US Presidential Elections and Recessions
As you know, I follow the business cycle, which describes the ebb and flow of the economy from boom to bust that drives asset prices and thus our investment choices.
Linear models in a cyclical world
Most economic models don’t use the business cycle even though it clearly exists, which strongly suggests that economic linear models are wrong, yet economists sadly persist in this flawed linear analysis. This lack of acknowledgement of the business cycle is why so many economists are almost always wrong in their forecasts. Steady state analysis is proven time and time again to be junk.
Austrian economists (and a few others) do however accept the business cycle as given but they endlessly debate what causes this ebb and flow in the economy. In general, most opt for the credit cycle as the explanation without thought as to what creates the credit cycle and thus they fall into the economic model trap again.
The practical world
I live in the world of practical economics – where the investment rubber meets the economic road – so I ponder less about the detailed why and try to instead look at the when in terms of timing of the booms and busts.
Recession and Elections
I recently noted that since 1910, the US economy is either in recession or enters a recession within twelve months in every single instance at the end of a two-term presidency… effecting a 100% chance of recession for the new President.
No recession without an election
I then spent some time looking at US recessions in general, and found that every single one occurred during, or just after, an election, without exception.
Not every single election sees a recession, only every two-term incumbent change. Some two-term Presidents saw recessions at their first-term re-elections too (Wilson and Eisenhower).
The following chart shows every NBER recession since 1910 (in yellow) with the new President after a two-term election marked in white and the new Presidents after a single-term presidency in red. Wilson and Eisenhower appear as both. Only Coolidge saw more than a year (sixteen months) from his second-term election and the onset of the subsequent recession at the end of WWI...
click image to enlarge
Just to be 100% clear, the coloured vertical lines show the election date. Every President’s name written in white followed a two-term presidency. They each suffer recessions early in their presidency. And those names in red also suffered immediate recessions but after a single-term change of presidency. No recession except that of 1979 (clarified below) is not explained by its proximity to an election.
Some observers might suggest that the correlation between recession dates and election dates is spurious but I simply refuse to believe that based on the chart above. It is not a coincidence.
Why some new governments, after a change of a single-term presidency, don’t see an immediate recession remains a mystery, but those instances are few: Clinton, Carter and Johnson. Of these only Johnson and Clinton did not see a recession at all. Carter got his recession at the end of his presidency, but don’t forget Ford was not voted in so no election cycle occurred.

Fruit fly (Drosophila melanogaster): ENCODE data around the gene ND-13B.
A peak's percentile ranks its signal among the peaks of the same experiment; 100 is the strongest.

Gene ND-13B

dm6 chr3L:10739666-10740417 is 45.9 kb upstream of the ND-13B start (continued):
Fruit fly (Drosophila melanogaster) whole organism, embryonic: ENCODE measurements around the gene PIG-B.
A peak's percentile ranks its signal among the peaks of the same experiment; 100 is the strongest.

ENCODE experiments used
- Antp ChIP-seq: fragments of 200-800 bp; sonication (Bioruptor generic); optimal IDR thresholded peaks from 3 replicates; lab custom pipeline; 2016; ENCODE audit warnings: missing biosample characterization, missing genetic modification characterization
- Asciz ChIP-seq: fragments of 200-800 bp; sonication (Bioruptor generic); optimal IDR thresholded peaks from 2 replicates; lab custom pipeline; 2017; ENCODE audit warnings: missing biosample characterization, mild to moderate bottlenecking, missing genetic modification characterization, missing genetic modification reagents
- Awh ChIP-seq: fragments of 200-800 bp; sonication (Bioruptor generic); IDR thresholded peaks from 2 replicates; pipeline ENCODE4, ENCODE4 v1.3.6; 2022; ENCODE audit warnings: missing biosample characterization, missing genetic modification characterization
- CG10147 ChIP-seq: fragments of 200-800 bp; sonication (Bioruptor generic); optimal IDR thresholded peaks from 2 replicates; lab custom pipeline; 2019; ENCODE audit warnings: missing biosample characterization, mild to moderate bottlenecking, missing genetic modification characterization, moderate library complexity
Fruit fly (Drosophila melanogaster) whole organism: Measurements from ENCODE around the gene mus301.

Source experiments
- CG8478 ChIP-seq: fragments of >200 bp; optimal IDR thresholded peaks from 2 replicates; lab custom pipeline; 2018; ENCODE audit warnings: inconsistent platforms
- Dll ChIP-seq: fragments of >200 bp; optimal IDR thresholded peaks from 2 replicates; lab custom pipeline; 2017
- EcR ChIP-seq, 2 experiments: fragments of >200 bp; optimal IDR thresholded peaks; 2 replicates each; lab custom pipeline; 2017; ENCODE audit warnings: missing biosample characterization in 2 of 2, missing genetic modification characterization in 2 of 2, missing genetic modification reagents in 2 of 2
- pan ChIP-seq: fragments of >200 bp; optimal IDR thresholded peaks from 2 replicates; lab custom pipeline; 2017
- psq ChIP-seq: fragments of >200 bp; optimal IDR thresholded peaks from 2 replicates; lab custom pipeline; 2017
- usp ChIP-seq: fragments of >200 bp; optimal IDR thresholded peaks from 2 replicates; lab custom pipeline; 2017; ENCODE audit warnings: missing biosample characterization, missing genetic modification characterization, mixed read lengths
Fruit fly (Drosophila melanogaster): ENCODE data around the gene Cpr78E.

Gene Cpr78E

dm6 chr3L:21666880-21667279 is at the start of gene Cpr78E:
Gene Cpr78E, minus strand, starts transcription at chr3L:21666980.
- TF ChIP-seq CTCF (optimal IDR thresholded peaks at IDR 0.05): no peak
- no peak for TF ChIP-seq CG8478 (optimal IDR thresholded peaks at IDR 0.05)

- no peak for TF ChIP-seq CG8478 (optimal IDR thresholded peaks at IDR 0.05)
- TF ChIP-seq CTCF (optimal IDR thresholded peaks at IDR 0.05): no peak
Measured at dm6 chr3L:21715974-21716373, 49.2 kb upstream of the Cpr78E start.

In the last 100 years, the recession of 1979 is the only recession not to occur around an election date (again, Carter came into office after Ford who did not undergo the election cycle).
Just mull that over...
Every single US recession bar one (with explainable circumstances) occurred around an election. Only two Presidents in history did not see a recession and they were inaugurated after single-term Presidents.
There are a few other things to note from this analysis:
Politics creates recessions
Firstly, it is the political cycle that is the key driver of recessions – governmental cycles in one way or another are an essential component. I am really not yet sure of the reason why two-term presidential cycles are so spectacularly consistent in provoking recessions but I do know that election dates are super helpful for predicting recessions and thus asset prices. The investment game is all about odds, and odds of 100% – even from a small data sample – are incredibly useful. Sure, it might not remain 100% forever but the probability is still going to be extremely high and that’s all we need to make successful forecasts and investments.
[If you are not yet familiar with the relationship between the business cycle and asset prices, I’d suggest watching the video on the subject that I produced for Real Vision Television.]
Politicians care about themselves
Secondly, it makes you question whether the governmental system in general has politicians’ best interests at heart, or that of the country. It is difficult to believe it is primarily the country’s economic wellbeing that the politicians care about when this cycle is so evident.
Trump will see a recession in 2017
Finally, bearing in mind the above, we have to acknowledge that there is an extremely high chance of a recession within the coming year with the imminent change of government in the US after a two-term presidency. History would suggest that the odds are 100%.
Should you really be betting on growth and inflation for 2017?
I very much doubt it.
I think that the current euphoria for equities and hatred for bonds is going to be exactly the wrong trade for 2017.